Of course, in this format, you can also close the two parts while having the keyboard on the site, but that leaves a small gap between parts, as shown in this image.
Ok, so as I mentioned earlier, using this Zenbook Duo in laptop mode feels just right, with the folio being kept sturdily in place by the magnets and the screen angle allowing for good adjustability in all situations. Sure, this is thicker than the regular ultrabook in this mode, but that’s an aspect I can adapt to.
For what is worth, here’s how this Zenbook Duo 2024 (middle) looks like next to the Asus Zenbook Pro 14 (left) and the previous-gen Zenbook Duo 2023 design (right).
However, the main draw of this ZenBook Duo concept is the ability to unleash the two displays at home or in the office. The design includes an adjustable kickstand on the back of the laptop, with a strong mechanism and rubbery tips that allow for good grip on a flat surface.
With the help of this kickstand, you can position the laptop in-front of you both vertically, with one screen going over the other, in landscape mode, and horizontally, with the two screens positioned in portrait mode side by side.
In vertical mode, you can set the two screens in a wide range of angles based on your need, thanks to the versatile kickstand design. This mode also pushes the main display up, which for desk use, is a more ergonomic position than what you’re getting with regular laptops where you have to look down at the screen.
Plus, because the screens are OLED, the viewing angles on the bottom display are good enough so that content is not noticeably distorted, as on past Duo models where the secondary screen was IPS. However, these displays are glossy, so you’ll have two accept reflections between the two displays in certain angles.
But, once we go past the wow factor, I find the functionality of these modes somewhat debatable for real work, at least for me. These screens are small, at 14-inches, and having them one over the other is not how I’m mentally set on using a dual monitor setup, which means I’d have to adapt my workflow accordingly.
As for using this on what Asus calls desktop mode, with the two screens side by side in portrait mode, this is even more awkward since most workflows are designed for landscape formats, not for tall narrow workspaces.
I pitched this concept to a friend of mine who actually does programming on the go and normally uses a combo of laptop + external ZenScreen monitor when needed. He asked if the two displays can be placed one next to the other horizontally, which of course, they cannot. So, he concluded his existing setup is more versatile for his needs: have a regular laptop for casual use, and an external screen that you can easily grab along and hook up in either portrait or landscape when required for work.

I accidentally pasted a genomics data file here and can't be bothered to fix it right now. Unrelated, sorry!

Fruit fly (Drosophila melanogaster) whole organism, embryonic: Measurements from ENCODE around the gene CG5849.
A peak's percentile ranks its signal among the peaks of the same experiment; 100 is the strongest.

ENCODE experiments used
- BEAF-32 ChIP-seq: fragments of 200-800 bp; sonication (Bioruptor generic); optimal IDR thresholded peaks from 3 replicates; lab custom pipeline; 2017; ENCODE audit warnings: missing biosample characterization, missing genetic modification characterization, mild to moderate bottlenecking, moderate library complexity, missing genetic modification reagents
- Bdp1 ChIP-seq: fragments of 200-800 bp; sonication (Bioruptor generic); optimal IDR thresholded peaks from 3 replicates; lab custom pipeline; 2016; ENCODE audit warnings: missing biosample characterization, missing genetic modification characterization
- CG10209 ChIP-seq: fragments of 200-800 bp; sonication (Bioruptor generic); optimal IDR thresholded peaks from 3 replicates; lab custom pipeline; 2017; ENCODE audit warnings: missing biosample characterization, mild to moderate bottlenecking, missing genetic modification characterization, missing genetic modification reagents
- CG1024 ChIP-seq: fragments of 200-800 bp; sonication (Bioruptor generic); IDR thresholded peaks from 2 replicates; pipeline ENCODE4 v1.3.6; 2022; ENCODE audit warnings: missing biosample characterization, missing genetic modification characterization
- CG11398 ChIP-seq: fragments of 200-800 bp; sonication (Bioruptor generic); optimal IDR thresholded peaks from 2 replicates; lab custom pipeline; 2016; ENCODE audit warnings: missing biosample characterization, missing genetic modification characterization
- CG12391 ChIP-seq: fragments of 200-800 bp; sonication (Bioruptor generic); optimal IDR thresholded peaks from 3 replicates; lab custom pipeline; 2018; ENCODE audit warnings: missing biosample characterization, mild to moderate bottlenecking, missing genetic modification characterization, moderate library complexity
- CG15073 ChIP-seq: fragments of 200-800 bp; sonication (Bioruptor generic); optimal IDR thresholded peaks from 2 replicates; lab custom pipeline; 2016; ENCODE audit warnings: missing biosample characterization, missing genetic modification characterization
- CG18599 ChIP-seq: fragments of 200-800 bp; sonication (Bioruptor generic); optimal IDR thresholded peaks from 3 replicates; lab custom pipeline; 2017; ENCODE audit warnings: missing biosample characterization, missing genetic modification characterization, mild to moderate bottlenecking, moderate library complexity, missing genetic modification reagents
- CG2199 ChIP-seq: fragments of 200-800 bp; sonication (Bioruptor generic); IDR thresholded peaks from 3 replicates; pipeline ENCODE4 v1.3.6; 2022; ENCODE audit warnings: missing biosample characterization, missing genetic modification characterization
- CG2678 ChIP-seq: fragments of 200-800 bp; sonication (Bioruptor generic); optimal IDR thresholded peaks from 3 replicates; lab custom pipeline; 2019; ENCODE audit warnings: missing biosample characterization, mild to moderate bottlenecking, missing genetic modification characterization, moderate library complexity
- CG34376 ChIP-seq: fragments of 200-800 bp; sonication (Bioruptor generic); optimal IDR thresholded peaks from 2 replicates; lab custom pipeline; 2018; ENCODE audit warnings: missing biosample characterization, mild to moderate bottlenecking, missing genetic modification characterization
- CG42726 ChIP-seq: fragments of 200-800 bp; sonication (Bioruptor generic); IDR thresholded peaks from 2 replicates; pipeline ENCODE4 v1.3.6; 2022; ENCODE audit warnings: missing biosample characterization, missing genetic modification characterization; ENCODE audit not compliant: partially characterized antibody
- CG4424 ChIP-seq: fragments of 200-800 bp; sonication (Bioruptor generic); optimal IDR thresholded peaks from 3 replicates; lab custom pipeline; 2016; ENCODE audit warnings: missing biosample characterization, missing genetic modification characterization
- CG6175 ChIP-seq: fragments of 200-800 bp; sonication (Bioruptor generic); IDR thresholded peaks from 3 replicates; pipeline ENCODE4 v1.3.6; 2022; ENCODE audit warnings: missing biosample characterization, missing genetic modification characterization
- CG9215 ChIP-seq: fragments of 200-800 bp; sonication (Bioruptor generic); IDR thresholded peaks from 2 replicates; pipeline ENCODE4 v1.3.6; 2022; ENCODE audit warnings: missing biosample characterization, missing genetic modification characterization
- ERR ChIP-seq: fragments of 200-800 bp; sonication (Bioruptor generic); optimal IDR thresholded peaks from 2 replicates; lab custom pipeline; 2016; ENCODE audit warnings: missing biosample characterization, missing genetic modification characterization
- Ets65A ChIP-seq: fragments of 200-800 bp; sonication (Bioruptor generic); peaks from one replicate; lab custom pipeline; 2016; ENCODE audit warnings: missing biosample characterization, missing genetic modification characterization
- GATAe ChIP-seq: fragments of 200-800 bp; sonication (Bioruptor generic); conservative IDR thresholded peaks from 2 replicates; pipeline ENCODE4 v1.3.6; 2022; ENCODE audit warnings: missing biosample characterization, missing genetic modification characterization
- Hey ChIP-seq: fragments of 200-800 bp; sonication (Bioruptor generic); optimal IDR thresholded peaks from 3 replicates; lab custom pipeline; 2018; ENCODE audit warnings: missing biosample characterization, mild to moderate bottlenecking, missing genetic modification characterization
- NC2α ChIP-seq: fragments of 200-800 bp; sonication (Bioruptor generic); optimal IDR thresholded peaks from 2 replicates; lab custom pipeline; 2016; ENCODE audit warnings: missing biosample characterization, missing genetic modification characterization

As this dual-display Zenbook concept is designed, you’d either have to adapt to using two displays stacked one over the other, which should eventually be fine for multitasking and media work, or place the screens in desktop mode, in which case the format works for text editing and browsing, but less so for other advanced work tasks. And even where this format would make sense, you’ll also have consider the battery life, pricing, and long-term reliability of this sort of format in your decision.
Anyway, I need to spend more time with this to figure out the various use cases. You’ll also have to consider your own needs and figure out if this sort of concept makes sense for you or not.
One thing I will mention are the hinges, which are not designed to keep the two screens flat one next to the other when having the device open to 180-degrees, and are not designed to allow for 360-degree rotation either. This makes the desktop mode use somewhat weird, as one of the displays is always going to be closer to you than the other, and my OCD just went nuts about it in my short time with the laptop. For vertical dual-screen mode, this isn’t a concern. Lenovo does this better on their Yoga Book 9i, which is actually a hybrid 360-degree design that also allows for a usable tablet mode.
Not sure if Asus could have somehow made these hinges in a different way in order to accommodate the keyboard folio between the two screens, as they do now, while also allowing for at least a flat side-by-side configuration in 180-mode, if not for the 360-degree tablet mode as well.
Anyway, as far as the two displays go, these are current-gen 14-inch Samsung OLEDs, with touch and with a layer of Gorilla Glass on both. Asus mention either 2.8K 120Hz or FHD 60Hz panels available for this Duo, and I’d reckon the latter will only be implemented on the lowest-tier configurations. They’re both similar in capabilities, brightness and color coverage, but the 2.8K is sharper and feels smoother with the higher refresh rate.
Both displays implement a digitizer and pen support, and an Asus pen should be included by default in most markets. I didn’t get to use it during my time with this sample.